Probably because Dickens's work as a court attendant had brought him into the world of so many different characters, he could bring a small distillation of them to life in his prose. Tolstoy was also able to do likewise because in the cold Russian winters when everyone was kept indoors, it allowed people's minds to engage with the written word far more easily. As a hack writer who blasts forward in 1300 word bursts of noise and confusion, I don't have that sort of fluidity to be able to make those sorts of characters appear on stage in the theatres of people's minds; nor can I make them dance like macabre marionettes and so I'm perfectly aware of my place. That would be the pinnacle of writing though.

I did find though that in vomiting hundreds of words of dialogue at a time though, that as I was writing, the characters would almost want to interject and be as annoying as possible. On the first draft, King Xerxes assumed a more regal kind of role who was unaware of his own power but this just seemed too lifeless to me. By the third draft, I'd turned him into a a self-aware fool in my mind and this made things far easier as well. By also imagining how I wanted this to be staged, with only three microphones and a hidden area, I was also able to play with the issues that might arise with having a very large cast. Also, by imagining the whole thing as a radio play, I could also play with the way that characters interacted with each other and in the process have dramatically slashed the necessary budget needed to put on such a thing.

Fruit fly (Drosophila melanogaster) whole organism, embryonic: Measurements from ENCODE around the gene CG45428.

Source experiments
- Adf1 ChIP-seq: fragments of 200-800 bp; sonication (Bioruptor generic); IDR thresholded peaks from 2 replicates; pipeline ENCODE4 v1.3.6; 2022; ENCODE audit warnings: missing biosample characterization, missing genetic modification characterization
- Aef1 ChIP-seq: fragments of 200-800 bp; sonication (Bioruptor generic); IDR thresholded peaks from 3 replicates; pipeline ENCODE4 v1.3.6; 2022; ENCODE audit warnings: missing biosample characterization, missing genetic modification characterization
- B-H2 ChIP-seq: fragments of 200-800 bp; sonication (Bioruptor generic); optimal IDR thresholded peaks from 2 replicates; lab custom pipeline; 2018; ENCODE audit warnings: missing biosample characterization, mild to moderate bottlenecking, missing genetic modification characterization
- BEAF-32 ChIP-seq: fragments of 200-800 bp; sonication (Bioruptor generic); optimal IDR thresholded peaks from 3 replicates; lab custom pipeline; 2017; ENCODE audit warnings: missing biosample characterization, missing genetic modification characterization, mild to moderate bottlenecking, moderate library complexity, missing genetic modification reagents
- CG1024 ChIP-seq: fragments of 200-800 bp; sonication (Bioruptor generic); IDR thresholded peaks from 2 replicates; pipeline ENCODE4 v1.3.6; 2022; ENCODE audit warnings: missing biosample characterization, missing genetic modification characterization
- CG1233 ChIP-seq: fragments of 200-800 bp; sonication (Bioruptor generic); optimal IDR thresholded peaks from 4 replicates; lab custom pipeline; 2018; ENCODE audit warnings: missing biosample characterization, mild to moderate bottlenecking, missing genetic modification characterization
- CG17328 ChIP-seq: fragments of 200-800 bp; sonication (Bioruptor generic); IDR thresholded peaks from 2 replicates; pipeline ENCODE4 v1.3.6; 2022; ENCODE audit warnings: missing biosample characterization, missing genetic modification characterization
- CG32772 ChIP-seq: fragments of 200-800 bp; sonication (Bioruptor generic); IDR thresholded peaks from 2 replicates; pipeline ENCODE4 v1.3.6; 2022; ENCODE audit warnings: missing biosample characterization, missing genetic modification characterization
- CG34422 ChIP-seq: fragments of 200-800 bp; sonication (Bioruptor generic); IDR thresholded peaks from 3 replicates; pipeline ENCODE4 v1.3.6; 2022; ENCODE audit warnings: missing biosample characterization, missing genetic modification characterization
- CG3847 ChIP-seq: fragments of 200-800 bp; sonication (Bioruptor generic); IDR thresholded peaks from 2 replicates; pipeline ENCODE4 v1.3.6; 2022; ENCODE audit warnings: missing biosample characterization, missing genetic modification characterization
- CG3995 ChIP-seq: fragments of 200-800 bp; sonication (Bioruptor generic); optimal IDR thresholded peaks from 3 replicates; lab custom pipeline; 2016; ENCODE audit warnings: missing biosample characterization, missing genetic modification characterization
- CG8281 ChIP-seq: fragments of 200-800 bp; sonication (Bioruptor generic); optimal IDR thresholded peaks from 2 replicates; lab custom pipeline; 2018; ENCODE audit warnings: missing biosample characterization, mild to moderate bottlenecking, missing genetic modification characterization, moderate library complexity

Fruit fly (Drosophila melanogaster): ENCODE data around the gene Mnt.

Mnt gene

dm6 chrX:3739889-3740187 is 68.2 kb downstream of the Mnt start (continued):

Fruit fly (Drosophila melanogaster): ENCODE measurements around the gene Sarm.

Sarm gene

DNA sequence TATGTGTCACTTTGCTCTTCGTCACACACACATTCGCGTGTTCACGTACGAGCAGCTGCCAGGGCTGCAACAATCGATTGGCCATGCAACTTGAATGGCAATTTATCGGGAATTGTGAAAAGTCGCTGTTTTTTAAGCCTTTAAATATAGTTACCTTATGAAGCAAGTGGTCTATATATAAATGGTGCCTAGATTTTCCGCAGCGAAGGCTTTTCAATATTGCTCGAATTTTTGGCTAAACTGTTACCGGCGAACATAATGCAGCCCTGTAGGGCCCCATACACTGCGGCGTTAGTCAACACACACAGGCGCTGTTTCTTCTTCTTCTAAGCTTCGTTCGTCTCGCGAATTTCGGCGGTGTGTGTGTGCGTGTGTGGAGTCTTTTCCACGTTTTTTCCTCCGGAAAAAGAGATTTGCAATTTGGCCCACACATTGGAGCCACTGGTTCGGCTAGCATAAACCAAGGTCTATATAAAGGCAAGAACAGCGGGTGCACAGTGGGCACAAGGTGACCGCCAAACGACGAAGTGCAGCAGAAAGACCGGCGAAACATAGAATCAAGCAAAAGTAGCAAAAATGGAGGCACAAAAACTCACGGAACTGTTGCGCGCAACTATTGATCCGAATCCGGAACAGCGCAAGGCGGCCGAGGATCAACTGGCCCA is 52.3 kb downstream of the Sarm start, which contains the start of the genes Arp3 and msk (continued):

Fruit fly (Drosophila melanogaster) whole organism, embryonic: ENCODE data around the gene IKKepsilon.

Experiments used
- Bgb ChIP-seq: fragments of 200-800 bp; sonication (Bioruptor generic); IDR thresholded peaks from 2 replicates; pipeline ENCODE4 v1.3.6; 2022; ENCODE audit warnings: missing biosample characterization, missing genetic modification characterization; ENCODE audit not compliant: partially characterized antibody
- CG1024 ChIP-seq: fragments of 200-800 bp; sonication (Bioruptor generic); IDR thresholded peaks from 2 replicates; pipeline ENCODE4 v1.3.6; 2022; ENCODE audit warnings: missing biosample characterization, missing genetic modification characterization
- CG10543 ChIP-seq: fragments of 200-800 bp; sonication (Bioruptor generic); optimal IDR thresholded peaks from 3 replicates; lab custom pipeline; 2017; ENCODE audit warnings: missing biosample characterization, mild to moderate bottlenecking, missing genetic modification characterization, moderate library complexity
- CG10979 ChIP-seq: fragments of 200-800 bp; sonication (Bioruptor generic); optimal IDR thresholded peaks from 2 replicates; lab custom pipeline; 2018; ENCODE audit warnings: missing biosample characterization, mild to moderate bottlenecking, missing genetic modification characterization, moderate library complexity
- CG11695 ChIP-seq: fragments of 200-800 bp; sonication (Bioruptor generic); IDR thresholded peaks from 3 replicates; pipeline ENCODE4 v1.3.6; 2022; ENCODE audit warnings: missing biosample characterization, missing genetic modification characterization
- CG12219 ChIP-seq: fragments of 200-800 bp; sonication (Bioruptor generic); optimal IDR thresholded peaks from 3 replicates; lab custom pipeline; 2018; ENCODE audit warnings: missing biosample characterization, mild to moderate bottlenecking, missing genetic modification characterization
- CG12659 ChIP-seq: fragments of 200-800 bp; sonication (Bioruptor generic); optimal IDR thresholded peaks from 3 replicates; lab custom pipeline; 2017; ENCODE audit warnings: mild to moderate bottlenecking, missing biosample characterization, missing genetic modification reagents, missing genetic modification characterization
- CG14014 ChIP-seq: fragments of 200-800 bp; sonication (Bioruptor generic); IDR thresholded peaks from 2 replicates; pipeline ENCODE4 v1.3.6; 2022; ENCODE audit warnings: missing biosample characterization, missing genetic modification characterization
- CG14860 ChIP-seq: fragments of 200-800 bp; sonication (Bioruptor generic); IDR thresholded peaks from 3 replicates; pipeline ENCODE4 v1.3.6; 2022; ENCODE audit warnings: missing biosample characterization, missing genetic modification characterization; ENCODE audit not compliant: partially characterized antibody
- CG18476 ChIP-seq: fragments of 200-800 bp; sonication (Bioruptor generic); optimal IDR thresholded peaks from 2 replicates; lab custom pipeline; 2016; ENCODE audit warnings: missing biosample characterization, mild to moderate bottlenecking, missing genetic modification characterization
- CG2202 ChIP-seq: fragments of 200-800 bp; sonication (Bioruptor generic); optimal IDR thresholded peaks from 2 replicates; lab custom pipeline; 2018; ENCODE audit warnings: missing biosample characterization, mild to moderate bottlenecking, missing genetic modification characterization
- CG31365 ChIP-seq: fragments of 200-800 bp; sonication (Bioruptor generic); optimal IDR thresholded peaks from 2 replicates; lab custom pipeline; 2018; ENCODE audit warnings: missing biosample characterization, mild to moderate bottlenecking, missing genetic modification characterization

I think that when writing a script especially, you need to have a degree of imagination for the voices that you want to give your characters. People is the real world have their own tone, metre, pitch and vocabulary; so I don't see why a set of made up characters shouldn't also have likewise. The first reader of any document is the person engaged in writing it and in my case, if the voice doesn't sound believable, then I doubt if a consequent reader or listener will find it believable either.
Even when I'm writing a blog post such as this, I usually do so in silence or with some slow music playing (like the Windows chimes at 8000 times slower) because my brain simply can not process my own internal monologue and another voice at the same time. I think that it would be impossible for me to write something whilst listening to a podcast for that reason.

I don't know if what I've said is true for any other writer. I might very well be the only one in the world who makes up internal voices for all the characters that I either read or write and if I am, I think that I must be one of the luckiest people in the world because everything is like a stage play for me. All the world's a stage and all the men and women merely players- so dance for me, my pretties!